The issue of 'detained and disappeared' people in China as raised by the United States as well as the 'enormous progress' on human rights a Chinese official said was taking place were mentioned among broader economic talks between the U.S. and China on Monday.
Secretary of State Hillary Clinton on Monday said in Washington that the United States and China are like friends when it comes to discussing differences honestly and forthrightly as she voiced U.S. concerns about China's human rights. The comments came at the start of the U.S.-China Strategic and Economic Dialogue.
Chinese State Councilor Dai Bingguo urged Americans to learn firsthand about China's progress in that area.
Vice President Joe Biden Also Cited 'vigorous differences' between the U.S. and China on the issue.
Now, like any two great nations - in fact, I would argue like any two people - we have our differences. And like friends, we discuss those differences honestly and forthrightly. We will be continuing the discussion of the recent U.S.-China Human Rights Dialogue just held in Beijing, Clinton said.
We have made very clear, publicly and privately, our concern about human rights. We worry about the impact on our domestic politics and on the politics and the stability in China and the region. We see reports of people, including public interest lawyers, writers, artists, and others, who are detained or disappeared, she added.
And we know over the long arch of history that societies that work toward respecting human rights are going to be more prosperous, stable, and successful. That has certainly been proven time and time again, but most particularly in the last months.
Dear friends, the people of China and the United States live in the same global village - you on the West side, we on the East, Bingguo said.
I welcome more American friends to visit China, to see and feel for yourselves the friendship of the Chinese people and the importance of China-U.S. relations. You may also learn firsthand the enormous progress China has made in various fronts, including in human rights, and get to know what is a real China.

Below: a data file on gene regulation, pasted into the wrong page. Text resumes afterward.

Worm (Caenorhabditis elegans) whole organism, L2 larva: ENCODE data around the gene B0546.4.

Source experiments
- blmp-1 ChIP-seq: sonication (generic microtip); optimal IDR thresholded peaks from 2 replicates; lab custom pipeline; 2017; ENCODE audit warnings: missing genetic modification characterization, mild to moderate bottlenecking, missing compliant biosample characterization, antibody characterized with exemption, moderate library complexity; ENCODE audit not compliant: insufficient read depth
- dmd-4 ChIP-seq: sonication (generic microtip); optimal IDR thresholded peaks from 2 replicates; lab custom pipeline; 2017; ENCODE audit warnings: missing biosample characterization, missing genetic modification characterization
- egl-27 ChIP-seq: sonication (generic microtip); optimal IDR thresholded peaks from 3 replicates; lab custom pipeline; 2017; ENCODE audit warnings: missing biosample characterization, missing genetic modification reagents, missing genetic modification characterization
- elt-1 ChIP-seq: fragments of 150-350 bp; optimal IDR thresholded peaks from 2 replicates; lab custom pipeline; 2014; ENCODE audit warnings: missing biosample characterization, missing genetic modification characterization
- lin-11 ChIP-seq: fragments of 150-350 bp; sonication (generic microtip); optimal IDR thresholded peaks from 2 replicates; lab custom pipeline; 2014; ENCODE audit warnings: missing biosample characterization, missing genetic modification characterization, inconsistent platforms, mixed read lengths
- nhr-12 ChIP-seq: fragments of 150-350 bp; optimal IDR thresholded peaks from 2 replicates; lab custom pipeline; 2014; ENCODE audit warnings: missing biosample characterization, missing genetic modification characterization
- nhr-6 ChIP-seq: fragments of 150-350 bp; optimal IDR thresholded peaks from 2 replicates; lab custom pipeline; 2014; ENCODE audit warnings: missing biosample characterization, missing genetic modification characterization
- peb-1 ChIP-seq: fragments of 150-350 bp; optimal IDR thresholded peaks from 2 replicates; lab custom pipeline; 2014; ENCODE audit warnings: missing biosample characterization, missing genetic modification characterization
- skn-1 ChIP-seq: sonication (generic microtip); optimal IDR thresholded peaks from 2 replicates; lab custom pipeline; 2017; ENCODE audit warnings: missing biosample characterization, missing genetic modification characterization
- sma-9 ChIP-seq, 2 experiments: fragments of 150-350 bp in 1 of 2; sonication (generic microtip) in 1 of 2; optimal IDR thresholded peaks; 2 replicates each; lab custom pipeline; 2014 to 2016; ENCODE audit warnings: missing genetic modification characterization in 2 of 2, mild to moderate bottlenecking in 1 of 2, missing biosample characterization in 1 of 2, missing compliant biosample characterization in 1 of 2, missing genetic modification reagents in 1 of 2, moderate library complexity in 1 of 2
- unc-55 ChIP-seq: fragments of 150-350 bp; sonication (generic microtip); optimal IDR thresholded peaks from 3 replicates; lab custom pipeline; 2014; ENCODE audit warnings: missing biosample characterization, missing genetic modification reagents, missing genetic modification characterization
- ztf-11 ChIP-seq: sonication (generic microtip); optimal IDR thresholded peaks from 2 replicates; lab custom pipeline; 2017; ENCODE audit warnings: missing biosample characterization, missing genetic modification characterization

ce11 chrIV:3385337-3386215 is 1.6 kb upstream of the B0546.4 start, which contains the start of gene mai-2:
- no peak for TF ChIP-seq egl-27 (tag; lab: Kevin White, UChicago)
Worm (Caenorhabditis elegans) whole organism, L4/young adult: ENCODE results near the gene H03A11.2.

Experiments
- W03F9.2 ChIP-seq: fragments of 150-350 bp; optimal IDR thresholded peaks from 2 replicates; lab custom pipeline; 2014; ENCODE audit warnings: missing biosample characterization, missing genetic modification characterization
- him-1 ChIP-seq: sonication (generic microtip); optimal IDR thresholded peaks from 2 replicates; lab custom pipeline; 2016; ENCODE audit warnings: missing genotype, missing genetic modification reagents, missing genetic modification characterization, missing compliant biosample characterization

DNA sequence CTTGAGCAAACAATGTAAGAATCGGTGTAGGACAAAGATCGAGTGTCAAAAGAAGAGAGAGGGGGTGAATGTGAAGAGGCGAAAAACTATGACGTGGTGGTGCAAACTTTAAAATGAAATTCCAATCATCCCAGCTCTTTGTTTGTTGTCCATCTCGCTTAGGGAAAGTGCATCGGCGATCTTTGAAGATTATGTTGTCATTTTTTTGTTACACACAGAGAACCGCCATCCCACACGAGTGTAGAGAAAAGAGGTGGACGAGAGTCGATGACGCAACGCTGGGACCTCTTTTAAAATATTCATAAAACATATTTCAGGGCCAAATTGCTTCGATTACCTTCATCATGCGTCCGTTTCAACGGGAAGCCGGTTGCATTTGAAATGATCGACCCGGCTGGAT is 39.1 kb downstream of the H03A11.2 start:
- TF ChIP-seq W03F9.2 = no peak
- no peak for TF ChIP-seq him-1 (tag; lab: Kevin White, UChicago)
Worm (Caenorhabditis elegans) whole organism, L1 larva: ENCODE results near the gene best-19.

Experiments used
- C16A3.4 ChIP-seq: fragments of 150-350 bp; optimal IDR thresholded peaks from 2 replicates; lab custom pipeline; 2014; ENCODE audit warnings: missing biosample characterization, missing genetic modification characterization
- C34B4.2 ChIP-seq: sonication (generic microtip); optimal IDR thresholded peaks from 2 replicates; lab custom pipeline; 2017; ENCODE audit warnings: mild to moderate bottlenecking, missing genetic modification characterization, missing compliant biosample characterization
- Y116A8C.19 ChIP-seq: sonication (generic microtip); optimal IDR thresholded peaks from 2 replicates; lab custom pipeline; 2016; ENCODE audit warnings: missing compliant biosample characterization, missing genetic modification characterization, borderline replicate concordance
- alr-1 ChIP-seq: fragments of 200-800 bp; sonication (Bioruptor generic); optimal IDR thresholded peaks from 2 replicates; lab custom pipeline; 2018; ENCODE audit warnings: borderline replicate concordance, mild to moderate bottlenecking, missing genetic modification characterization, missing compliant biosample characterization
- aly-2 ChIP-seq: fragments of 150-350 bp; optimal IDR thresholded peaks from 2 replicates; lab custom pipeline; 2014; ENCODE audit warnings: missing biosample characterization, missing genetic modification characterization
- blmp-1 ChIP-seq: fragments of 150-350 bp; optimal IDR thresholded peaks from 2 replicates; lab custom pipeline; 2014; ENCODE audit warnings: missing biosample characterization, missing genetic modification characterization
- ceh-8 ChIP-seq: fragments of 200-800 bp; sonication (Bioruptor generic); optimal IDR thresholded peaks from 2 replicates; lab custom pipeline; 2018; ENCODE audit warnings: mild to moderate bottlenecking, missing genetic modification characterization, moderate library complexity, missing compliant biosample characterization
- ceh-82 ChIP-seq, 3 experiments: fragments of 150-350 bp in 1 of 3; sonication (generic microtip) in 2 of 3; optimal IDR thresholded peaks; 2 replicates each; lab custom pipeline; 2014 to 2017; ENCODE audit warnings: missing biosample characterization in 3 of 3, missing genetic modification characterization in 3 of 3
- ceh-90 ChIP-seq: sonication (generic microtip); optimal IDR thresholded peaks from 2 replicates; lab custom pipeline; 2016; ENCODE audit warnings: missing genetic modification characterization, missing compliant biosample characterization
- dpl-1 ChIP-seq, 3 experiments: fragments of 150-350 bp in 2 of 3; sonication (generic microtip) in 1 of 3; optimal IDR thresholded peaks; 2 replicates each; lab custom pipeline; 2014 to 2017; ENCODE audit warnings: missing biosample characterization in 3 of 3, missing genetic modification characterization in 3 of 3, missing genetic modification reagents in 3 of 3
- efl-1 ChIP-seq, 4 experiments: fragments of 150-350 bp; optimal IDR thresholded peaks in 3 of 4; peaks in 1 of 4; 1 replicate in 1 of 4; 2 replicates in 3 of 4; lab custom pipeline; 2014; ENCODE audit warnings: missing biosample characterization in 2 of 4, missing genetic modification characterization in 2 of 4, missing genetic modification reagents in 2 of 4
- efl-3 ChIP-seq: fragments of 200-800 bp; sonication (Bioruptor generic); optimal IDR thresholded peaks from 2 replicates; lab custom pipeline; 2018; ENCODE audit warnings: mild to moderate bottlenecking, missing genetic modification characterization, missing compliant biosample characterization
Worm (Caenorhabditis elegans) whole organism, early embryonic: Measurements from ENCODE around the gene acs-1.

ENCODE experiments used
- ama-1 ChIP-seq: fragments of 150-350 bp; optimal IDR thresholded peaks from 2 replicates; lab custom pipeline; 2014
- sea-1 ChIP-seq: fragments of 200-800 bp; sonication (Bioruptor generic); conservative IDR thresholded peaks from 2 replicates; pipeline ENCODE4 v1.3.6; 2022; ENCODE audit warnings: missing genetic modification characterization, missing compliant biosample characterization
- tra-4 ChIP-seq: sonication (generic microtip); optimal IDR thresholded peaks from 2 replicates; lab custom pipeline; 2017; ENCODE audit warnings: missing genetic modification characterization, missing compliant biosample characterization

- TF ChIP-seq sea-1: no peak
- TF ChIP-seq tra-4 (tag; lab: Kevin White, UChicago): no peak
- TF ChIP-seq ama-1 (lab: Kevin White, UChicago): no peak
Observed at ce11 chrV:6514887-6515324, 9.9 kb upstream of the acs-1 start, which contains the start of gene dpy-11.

As I've said earlier, it's important to be straightforward with one another. There is one area where we have vigorous disagreement. And I know and I understand that disagreement, when we voice it, is upsetting or rankles -- I don't know how that translates into Chinese -- but how it concerns some of our friends in China. We have vigorous disagreement in the area of human rights, Biden said.
We've noted our concerns about the recent crackdown in China, including attacks, arrests and the disappearance of journalists, lawyers, bloggers and artists. And again, no relationship that's real can be built on a false foundation. Where we disagree, it's important to state it. We'll continue to express our views in these issues, as we did in the Human Rights Dialogue in Beijing two weeks ago, he added.
Now, look, as I said, I recognize that some in China see our advocacy as -- human rights as an intrusion and Lord only knows what else. But President Obama and I believe strongly, as does the Secretary, that protecting fundamental rights and freedoms such as those enshrined in China's international commitments, as well as in China's own constitution, is the best way to promote long-term stability and prosperity of any society, he said.